It’s far easier to retreat to the critical, negative position and say why things won’t or can’t work. Except… this is a mistake.

Being positive and optimistic is far harder but more effective. 


Learning to use social media wisely, with Amy McGee

I've known Amy for a long, long time, although I haven't seen her face-to-face in years. She used to send the most fabulous emails--she probably still does--but I see her on Facebook, LinkedIn and Instagram now. 

What I enjoy about following Amy is that her use of social media has evolved over the years. If I had faced what she faced a few times, I'd have thrown in the towel. I'll never be as outgoing and open-hearted as she is, but I hope I follow her in using social media to enrich our lives. 

Go follow Amy somewhere: 


Visiting The C. Baldwin hotel, which commemorates discrimination against women

Yesterday I attended a networking meeting at a hotel in downtown Houston called "C. Baldwin." Since the massive renovation, the space and furnishings are quite beautiful. I really enjoyed meeting everyone with Sesh. However, the hotel disappoints me in several ways. 

  1. It makes me feel cheap. Everything seems over-the-top expensive. At The Houstonian, I can see value in the money I might spend, but at "C.Baldwin," I feel pressured to throw money around for show. 

  2. The name is from an important woman in Houston's history, Charlotte Baldwin Allen, the wife of one of the city's founders. When her husband left town (permanently), she had to manage the family business, and because women weren't allowed to sign business contracts, she signed "C. Baldwin." So they're commemorating discrimination. 

  3. The designers try to make it 'honor Houston,' but it feels like Dallas. There's a big image on the wall in the reception area that shows Charlotte's face imposed over a map of Houston, but it's apparently not a work of art because there's no credit to the artist. Why couldn't they have thrown some money to a local artist to do something special???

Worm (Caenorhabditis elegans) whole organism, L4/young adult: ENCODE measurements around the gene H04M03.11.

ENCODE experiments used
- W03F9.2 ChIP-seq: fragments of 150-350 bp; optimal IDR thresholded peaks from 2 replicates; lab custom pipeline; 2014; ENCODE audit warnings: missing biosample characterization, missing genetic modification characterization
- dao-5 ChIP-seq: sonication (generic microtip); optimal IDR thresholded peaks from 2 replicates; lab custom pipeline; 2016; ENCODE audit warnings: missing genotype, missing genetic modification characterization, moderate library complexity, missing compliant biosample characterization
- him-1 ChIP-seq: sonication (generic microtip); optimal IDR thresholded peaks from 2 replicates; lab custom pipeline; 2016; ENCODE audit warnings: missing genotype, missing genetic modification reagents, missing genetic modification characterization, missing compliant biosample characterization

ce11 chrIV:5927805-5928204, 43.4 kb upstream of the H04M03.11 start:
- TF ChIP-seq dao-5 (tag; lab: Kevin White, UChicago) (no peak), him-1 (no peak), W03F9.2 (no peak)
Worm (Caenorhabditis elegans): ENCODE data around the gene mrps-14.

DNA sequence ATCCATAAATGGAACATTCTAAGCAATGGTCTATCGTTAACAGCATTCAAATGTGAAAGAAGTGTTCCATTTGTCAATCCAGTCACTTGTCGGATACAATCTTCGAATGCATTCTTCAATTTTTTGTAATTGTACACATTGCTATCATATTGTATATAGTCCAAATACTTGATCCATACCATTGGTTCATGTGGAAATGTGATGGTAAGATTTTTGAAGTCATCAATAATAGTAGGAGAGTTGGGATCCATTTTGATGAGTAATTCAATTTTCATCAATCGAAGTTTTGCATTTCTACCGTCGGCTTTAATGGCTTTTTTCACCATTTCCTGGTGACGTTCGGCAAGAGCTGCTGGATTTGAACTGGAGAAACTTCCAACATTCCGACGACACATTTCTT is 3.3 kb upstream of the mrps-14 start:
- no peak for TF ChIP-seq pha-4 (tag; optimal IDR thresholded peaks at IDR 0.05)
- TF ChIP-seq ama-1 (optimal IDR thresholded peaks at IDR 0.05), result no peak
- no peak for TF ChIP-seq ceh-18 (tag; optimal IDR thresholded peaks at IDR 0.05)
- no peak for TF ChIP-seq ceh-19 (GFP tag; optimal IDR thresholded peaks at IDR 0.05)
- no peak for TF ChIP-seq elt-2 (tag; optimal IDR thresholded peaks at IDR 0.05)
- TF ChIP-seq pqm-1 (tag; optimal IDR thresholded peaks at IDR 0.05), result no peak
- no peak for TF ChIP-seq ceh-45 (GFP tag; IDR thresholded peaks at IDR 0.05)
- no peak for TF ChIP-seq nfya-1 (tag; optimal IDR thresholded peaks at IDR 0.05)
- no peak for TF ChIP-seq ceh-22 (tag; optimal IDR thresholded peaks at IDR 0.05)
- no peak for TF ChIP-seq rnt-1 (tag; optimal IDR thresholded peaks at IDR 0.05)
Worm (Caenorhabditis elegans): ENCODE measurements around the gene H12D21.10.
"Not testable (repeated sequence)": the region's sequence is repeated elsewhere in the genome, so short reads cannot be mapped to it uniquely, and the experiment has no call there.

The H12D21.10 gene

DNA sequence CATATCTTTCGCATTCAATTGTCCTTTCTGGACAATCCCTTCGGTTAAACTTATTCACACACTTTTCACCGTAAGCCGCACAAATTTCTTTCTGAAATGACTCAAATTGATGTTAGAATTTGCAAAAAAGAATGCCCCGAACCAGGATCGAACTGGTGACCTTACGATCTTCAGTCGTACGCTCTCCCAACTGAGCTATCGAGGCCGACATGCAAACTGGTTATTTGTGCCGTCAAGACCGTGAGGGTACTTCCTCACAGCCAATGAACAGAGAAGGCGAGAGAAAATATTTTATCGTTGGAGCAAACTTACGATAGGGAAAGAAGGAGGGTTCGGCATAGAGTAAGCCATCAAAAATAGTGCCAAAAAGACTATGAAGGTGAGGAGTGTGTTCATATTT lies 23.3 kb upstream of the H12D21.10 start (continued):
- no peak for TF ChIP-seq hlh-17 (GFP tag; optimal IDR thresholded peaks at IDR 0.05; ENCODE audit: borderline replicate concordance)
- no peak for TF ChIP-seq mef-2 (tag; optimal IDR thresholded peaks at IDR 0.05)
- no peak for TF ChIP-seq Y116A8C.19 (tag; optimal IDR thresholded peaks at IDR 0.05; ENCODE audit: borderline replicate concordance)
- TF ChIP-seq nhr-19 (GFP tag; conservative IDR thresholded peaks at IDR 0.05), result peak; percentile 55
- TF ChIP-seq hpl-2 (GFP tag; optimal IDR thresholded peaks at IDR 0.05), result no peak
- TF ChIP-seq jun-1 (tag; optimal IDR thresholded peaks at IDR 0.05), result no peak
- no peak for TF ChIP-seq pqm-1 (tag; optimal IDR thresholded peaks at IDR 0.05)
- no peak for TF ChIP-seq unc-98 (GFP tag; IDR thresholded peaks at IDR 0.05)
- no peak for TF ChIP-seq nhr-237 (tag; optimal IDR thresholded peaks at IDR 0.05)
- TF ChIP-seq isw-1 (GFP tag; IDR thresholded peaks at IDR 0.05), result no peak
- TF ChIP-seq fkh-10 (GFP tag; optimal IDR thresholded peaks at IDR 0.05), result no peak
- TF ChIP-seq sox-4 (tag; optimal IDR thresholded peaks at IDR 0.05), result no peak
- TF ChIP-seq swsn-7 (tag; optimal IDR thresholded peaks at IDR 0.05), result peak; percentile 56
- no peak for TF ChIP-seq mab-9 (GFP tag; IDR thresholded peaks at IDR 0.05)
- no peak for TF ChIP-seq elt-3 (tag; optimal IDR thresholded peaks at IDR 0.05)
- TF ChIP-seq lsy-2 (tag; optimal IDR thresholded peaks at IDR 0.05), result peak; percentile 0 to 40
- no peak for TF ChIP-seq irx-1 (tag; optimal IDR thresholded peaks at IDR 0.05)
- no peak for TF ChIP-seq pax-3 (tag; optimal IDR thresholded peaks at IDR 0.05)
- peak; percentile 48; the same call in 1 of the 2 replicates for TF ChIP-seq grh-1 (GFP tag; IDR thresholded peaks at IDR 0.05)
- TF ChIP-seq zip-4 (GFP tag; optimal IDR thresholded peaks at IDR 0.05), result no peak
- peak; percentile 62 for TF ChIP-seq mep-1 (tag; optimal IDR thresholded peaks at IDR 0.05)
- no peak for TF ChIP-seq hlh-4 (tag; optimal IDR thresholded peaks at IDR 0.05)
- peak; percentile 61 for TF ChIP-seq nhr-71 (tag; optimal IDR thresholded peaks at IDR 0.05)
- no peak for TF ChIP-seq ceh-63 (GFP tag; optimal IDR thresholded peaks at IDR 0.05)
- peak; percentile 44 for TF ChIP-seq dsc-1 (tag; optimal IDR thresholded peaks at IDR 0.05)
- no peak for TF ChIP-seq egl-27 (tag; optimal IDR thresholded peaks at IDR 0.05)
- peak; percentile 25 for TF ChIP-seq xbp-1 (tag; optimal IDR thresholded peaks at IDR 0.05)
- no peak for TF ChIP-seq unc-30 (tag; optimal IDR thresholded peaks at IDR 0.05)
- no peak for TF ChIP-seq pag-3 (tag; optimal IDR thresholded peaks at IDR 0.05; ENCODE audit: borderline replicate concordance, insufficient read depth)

Anyway, I like all their decorative moss. I will be referring to this hotel as The Charlotte. I expect they will have to make some changes. 




Do you imagine yourself possessing art?

When I was just a kid, I was eager to buy art. For me, that meant getting cheap junk at the county fair, as long as it was attractive and handmade. My mother usually bought reproductions at home furnishing stores, but I preferred the real thing, even if it was lower quality. 

Many people see art as unaffordable, but if you open your eyes to everything 'handmade' (even if made on a computer or in a machine shop), you'll see so many opportunities to support artists. Most of these pieces are functional. And if they get a little tattered or broken, we shouldn't feel guilty about throwing them away. The money we spent on them was valuable to the artist, even if the art doesn't survive long. 

Medium: Why do people buy art?, 2014-May-9 by Amrita Chandra

People didn’t recognize themselves as art buyers. The art establishment has done a number on people, painting a picture of an art collector as someone who dresses in black, spends their evenings in minimalist white cube galleries and drops thousands of dollars on pieces at the drop of a hat. 


How to be a pragmatic dreamer, from Tanvir Aman

Here's a really good trick for making sure that you're chasing the right dream. Think about something you'd love to do, but ALWAYS ask does it solve a problem? Whose problem? How would that work? 

Tanvir has a cool new company called Dunyha, an innovative real estate firm that integrates home sharing and home ownership. Check it out: 

Kivo Daily: Movers and Shakers Interview with Tanvir Aman, 2019-Nov-1 by Dillon Kivo

Kivo: What piece of advice do you wish someone had given you at the start of your career?

Aman: I wish someone had told me that rather than just focusing on what you are passionate about, try to find a way to connect it to a real-life problem. It’s great that you have a great idea, but if you find a way to use it to contribute to your neighborhood, community, society, your life, or anyone else’s, then you are onto something considerable.

We all should be pragmatic dreamers. Thinking about what we’re passionate about is the first step. The second is trying to figure out which problems we can solve and how they fit into real-life, how to connect our ambition with reality to make a tangible difference.